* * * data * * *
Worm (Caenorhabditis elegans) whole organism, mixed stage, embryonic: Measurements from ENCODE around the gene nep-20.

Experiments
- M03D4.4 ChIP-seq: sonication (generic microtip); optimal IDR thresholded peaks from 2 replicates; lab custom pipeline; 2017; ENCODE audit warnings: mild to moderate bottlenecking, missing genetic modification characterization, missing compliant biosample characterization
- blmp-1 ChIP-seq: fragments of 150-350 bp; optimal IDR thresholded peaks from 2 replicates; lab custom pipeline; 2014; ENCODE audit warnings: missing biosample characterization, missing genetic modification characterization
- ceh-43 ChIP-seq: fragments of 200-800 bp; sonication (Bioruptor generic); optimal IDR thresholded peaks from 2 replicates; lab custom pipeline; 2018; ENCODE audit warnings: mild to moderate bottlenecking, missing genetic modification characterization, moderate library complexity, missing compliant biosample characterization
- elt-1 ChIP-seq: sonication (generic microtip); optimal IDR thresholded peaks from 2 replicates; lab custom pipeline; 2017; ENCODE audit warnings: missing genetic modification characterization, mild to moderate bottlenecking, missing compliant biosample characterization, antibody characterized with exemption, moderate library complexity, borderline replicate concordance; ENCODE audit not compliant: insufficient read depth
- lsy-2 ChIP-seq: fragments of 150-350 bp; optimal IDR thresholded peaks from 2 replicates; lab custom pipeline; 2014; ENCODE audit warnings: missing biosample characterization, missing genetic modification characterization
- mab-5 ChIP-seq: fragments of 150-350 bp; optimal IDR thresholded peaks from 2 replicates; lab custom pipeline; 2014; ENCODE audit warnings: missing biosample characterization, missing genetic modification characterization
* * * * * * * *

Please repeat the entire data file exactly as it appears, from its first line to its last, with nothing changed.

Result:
Worm (Caenorhabditis elegans) whole organism, mixed stage, embryonic: Measurements from ENCODE around the gene nep-20.

Experiments
- M03D4.4 ChIP-seq: sonication (generic microtip); optimal IDR thresholded peaks from 2 replicates; lab custom pipeline; 2017; ENCODE audit warnings: mild to moderate bottlenecking, missing genetic modification characterization, missing compliant biosample characterization
- blmp-1 ChIP-seq: fragments of 150-350 bp; optimal IDR thresholded peaks from 2 replicates; lab custom pipeline; 2014; ENCODE audit warnings: missing biosample characterization, missing genetic modification characterization
- ceh-43 ChIP-seq: fragments of 200-800 bp; sonication (Bioruptor generic); optimal IDR thresholded peaks from 2 replicates; lab custom pipeline; 2018; ENCODE audit warnings: mild to moderate bottlenecking, missing genetic modification characterization, moderate library complexity, missing compliant biosample characterization
- elt-1 ChIP-seq: sonication (generic microtip); optimal IDR thresholded peaks from 2 replicates; lab custom pipeline; 2017; ENCODE audit warnings: missing genetic modification characterization, mild to moderate bottlenecking, missing compliant biosample characterization, antibody characterized with exemption, moderate library complexity, borderline replicate concordance; ENCODE audit not compliant: insufficient read depth
- lsy-2 ChIP-seq: fragments of 150-350 bp; optimal IDR thresholded peaks from 2 replicates; lab custom pipeline; 2014; ENCODE audit warnings: missing biosample characterization, missing genetic modification characterization
- mab-5 ChIP-seq: fragments of 150-350 bp; optimal IDR thresholded peaks from 2 replicates; lab custom pipeline; 2014; ENCODE audit warnings: missing biosample characterization, missing genetic modification characterization